I have been an Amateur Radio operator since the age of 8 years old. I put out a magazine which I called “FB” or translated in Ham Radio jargon “Fine Business.” Amateur or Ham radio is best defined as a hobby of furthering the understanding of radio communications science and public service to our communities during time of emergencies and non-emergencies to further the public good. During all the big hurricanes and twisters Amateur Radio has been there providing emergency communications to places that have all power knocked out. We have run phone patches (prior to the internet) to soldiers overseas to speak to their loved ones. We were also part of a big (FREE) traffic network to send radiograms all over the world. Our sole reason for existence is to serve the public.
The cool thing of Amateur Radio is that this hobby transcends race, color, creed, nationality, etc. There are Ham Radio operators in all countries. I spoken to fellow Amateur Radio operators from all continents including Asia (spoke to a person in outer Mongolia); Russia; Africa (South Africa; Madagascar (which is close to the anti-pole to where I lived in the Mid West – antipole refers to if you were to drill straight down from your home where you would end up on the other side if you could theoretically drill that far)); Latin America (Ecuador; Brazil; Argentina; Columbia; Chili; etc.); North America (I have spoken to hams in all 50 states; all provinces of Canada); Iceland; Australia; Europe (Great Britain, France, Germany; Spain; Portugal; Italy; Greece; and Poland) and the Middle East (Israel; Jordan; Egypt).
How do I have proof of this? Through the use of QSL cards. QSL is an International “Q” signal that is understood by everyone in the whole world. QSL means “acknowledge receipt.” Back in the pre-internet days talking to people around the world was only really possible for free through Ham Radio.
My Elmer (mentor in Ham Radio jargon) was Marge Doucette (WA1KMP) who is now deceased. She lived in Connecticut. Her equipment was state of the art back when I was 8 years old (The Collins S-Line) and she had a kilowatt of power (upper limit that Amateur radio operators are allowed to use). She actually spoke to someone in every county (know as “worked all counties”). She gave me the love of Ham Radio. She was an expert at CW (a.k.a. continuous wave – use of a single carrier frequency that is interrupted by dots and dashes otherwise known as morse code) and was able to communicate up to 25 WPM (words per minute).
My second Elmer was Dr. Townsend who chairman of pathology and was an incredible friend. He was three times my age but treated me as an equal. He helped me put up my first Yagi Antenna and then an “Inverted Vee.” He was always very patient with me and spent his personal valuable time to help me. He was a role model in some many other ways too in my later career. He was known in Ham Radio parlance as a “DXer.” He had certification of WAC (worked all continents); and WAO (worked all Oblasts (equivalent of States in the old USSR)). I still remember how he was very skillful at climbing antenna towers. Watching him climb my anternna tower to put the antenna at the top of the tower conjured images of a grizzly bear climbing a tree to get at the honey in a bumble bee hive (yes he resembled a bear in habitus).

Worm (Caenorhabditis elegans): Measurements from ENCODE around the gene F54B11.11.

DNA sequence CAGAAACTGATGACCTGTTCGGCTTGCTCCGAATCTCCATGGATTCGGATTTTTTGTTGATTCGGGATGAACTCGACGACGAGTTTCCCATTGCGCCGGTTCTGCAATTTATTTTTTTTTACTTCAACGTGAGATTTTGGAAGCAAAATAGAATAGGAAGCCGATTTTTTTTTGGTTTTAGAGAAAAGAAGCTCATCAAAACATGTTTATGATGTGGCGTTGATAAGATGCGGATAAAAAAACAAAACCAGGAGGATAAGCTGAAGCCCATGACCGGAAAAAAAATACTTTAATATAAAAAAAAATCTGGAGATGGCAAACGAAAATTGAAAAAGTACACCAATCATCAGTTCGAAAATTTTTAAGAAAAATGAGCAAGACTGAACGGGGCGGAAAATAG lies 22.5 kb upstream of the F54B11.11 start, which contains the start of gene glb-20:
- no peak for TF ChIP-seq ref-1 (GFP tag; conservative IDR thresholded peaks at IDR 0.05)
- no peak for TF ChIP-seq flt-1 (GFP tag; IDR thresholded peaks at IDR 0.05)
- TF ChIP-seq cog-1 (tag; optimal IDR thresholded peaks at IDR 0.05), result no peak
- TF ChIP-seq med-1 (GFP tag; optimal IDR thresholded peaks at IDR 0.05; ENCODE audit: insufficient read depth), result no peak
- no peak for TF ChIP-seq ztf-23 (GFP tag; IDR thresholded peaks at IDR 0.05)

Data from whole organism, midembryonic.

I built my first transmitter when I was about 9 years old. It was an old Heathkit DX-60B. It was a crystal (and later VFO (variable frequency oscillator). I remember my dad helped me to build it although I did most of the soldering myself. It took me awhile to make my first contact as I had such a weak signal. But when I did it was ecstasy. MY first contact was someone in Illinois. I have so much to share about this rich hobby. I will post images and reminiscences of my life in Amateur Radio throughout the years as I continue to grow the webpage. For now I just wanted to say hello to the World. I am a life member of the ARRL (American Radio Relay League) which is one of the greatest organizations any hobby can have.
The thing you need to remember about Amateur Radio operators we are required to take a certification test that is monitored by the Federal Communications Commission. I started out as a Novice Radio operator which (back when I was 8) required we use a Crystal Controlled Transmitter, and then became a General Class amateur radio operator, and eventually reached the level of Advanced Class (although that category is now defunct). I never got my Extra Class which is the Cadillac or crème de la crème of Amateur radio. But one day aspire to reach that lofty height.
Moreover, Amateur Radio operators police themselves to make sure we are ALL compliant with FCC regulations and are behaving with a decorum commensurate with the privilege to operate on the airways. Before Twitter, Instantgram, Facebook, etc. we were the ambassadors to the world. I had friends all over the world. It was in Amateur radio that I realized that people are just people. The Russians (who during the cold war were the enemies to the free world) I found that the private citizens were just like anyone else (usually with a family, kids, a job, and a life to live) and really didn’t care about the politics of the world but just happy to get along in their life. I had the honor to converse with luminaries such as King Hussein (Yes he is an Amateur Radio operator); the late Barry Goldwater (US Senator and former presidential candidate for the USA); and many others of less fame but no less important to me.
Please do not mistake us for Citizen Band (CB) operators. Anyone can get a CB license and their blithe disregard of the law shocks us Amateur Radio operators.
In the future I will add some pictures of myself erecting my antenna, operating my rig, etc.. Stay tuned… In the meantime enjoy these links to learn more about this great hobby.